My head gets muddled at this level so I’m sorry if I’m being unclear. From what I’ve read of causality in systems it does make sense that there isn’t a sharp divide between the learner and that to be learned. That there is a fuller explanation for the process of “learning” that can’t be reduced to “essentials” as seems the preferred tactic these days. An example is the logic of cutting music to increase math, as if math were a pure object to be known only by itself and not the world it “lives” in–which importantly includes math.

    As Shotter is quoted above I know my experience in studio art courses included

    “the beginnings of new and unique language-games, within which we can express our own ‘inner lives’ to each other”.

    Allowing yourself to understand things in many ways including being defeated by some projects. To do it in public through display of imagery or performance of any kind (except power point :-). And then learn the language of critiquing the work of others that that doesn’t criticize or diminish seems a useful way to be educated.

    Connection to Connectivesm here?

  3. jennymackness April 6, 2012 / 6:00 pm

    Hi Howard and Scott – Many thanks to you both for your interest and comments, and for the links Howard. I have had a quick look but I am a slow reader and even slower digester, so I will need more time to read and reflect.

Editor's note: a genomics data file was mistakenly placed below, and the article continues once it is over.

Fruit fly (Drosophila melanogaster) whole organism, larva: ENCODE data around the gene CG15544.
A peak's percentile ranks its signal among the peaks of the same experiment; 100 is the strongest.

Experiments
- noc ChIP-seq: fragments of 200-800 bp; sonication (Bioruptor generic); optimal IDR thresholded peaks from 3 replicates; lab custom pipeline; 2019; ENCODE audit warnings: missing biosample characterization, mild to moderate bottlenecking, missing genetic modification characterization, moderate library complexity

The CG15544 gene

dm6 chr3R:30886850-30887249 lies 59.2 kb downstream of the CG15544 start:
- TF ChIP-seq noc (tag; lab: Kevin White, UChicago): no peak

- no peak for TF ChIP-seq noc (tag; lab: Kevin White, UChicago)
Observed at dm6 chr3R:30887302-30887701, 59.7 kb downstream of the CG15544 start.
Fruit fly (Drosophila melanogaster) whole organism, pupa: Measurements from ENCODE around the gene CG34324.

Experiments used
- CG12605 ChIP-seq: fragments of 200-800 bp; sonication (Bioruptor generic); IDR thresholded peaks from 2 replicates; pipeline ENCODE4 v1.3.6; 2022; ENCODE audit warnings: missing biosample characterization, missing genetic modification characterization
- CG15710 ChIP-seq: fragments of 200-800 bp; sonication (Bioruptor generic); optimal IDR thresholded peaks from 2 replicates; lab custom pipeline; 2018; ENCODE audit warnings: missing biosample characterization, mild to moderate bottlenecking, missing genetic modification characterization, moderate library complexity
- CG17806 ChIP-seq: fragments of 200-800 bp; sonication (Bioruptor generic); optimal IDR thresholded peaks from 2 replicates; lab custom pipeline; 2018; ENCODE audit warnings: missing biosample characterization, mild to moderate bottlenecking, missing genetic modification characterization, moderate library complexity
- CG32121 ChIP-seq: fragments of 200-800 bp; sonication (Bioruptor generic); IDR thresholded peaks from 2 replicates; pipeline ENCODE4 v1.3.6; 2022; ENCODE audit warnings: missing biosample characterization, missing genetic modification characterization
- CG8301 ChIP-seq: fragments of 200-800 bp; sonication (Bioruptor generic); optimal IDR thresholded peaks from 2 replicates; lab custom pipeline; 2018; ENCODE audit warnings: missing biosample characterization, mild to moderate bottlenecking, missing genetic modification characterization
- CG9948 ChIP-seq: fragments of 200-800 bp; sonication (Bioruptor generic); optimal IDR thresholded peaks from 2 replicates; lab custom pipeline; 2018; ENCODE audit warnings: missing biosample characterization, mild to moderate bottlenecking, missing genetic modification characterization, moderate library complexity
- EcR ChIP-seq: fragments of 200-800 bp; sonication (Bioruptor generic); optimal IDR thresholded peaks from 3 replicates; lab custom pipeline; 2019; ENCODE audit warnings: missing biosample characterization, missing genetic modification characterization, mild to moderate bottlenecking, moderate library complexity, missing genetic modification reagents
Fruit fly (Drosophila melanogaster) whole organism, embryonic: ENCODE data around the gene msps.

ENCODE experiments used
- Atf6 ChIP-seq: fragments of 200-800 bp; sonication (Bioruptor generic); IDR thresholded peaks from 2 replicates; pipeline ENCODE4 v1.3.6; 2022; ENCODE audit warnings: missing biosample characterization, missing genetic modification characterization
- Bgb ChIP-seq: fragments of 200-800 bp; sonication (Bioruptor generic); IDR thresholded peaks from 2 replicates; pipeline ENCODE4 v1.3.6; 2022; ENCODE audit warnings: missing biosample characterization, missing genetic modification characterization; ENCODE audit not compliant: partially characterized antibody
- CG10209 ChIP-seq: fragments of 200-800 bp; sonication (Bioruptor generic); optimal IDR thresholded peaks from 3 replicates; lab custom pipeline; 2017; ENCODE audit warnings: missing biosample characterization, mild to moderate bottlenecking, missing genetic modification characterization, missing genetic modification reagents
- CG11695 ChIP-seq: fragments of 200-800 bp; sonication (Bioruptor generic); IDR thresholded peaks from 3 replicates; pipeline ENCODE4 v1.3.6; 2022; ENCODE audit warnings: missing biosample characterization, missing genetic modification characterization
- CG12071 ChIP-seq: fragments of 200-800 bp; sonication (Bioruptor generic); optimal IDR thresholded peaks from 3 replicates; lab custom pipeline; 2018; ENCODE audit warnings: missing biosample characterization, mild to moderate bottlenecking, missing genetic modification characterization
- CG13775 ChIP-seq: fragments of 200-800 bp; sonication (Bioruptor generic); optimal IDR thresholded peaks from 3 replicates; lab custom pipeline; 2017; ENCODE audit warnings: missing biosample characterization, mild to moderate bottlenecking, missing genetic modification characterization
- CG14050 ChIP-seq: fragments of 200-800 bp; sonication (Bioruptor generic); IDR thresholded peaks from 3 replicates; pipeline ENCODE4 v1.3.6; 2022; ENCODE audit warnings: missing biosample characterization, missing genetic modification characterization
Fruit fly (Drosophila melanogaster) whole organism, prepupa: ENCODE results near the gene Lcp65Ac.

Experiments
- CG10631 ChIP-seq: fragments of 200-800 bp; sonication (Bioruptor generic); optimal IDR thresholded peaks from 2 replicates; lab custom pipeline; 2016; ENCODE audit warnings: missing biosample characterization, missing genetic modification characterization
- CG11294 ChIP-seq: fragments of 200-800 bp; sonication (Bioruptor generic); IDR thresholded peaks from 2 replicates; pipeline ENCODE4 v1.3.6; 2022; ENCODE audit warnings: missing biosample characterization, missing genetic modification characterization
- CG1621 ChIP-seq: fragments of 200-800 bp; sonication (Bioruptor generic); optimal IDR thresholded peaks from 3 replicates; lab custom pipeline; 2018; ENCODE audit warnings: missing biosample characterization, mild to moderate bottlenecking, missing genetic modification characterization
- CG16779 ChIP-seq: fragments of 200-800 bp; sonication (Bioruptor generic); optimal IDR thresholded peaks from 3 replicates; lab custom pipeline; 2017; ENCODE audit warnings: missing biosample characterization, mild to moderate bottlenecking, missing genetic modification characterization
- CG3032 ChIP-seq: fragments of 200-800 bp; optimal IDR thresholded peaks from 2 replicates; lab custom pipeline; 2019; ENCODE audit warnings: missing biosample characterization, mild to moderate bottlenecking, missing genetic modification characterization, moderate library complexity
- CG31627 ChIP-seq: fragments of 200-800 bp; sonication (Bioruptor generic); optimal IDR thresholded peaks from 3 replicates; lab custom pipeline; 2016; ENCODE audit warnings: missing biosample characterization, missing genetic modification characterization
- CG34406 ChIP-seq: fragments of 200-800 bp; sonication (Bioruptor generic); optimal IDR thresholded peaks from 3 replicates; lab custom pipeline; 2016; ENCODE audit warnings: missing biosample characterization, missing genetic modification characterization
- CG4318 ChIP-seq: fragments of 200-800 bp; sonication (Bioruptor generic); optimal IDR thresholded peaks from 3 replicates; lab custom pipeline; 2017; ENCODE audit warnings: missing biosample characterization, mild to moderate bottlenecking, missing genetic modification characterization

We have no answers in our paper. We are just intrigued by the examples of embodied learning that we have come across, particularly in relation to children and children on the autism spectrum and the idea that these children and synaesthetes might have ‘gifts’ rather than difficulties, i.e. the gift of being able to work easily in multi-modal and/or cross modal ways, which perhaps those of us who can’t do this can learn from.

    I agree Scott that we can often see examples of this in art, music and dance, but it’s not only in these areas. For me, it helps to look at how nursery children are taught. Yes they do lots of art, music and dance, but they also learn to count in embodied ways, and lots of their language is developed through embodied learning. I think, as adults, we have forgotten how powerful embodied learning can be, which is why I was so struck by the tight-rope walking example from the BBC2 Horizon programme. And I was particularly struck by the fact that it was only by singing at the same time that the presenter finally learned to walk the tightrope.

    Nursery teachers do all this as a matter of course, e.g. children learn the words (language) of songs (sound) through physical actions (embodiment) and copying their teacher’s actions (sight). This is a very common way of working, but I doubt that nursery teachers on the whole even think about words like multi-modal and cross-modal, embodiment or enactive perception, when they are teaching like this. I didn’t when I taught young children.

    Perhaps as adults we should also, maybe particularly when we get stuck, allow our bodies to take the lead? Just thinking out loud here 🙂 Thanks to you both for your interest in our paper.


Leave a Reply

Fill in your details below or click an icon to log in:

WordPress.com Logo

You are commenting using your WordPress.com account. Log Out /  Change )

Twitter picture

You are commenting using your Twitter account. Log Out /  Change )

Facebook photo

You are commenting using your Facebook account. Log Out /  Change )

Connecting to %s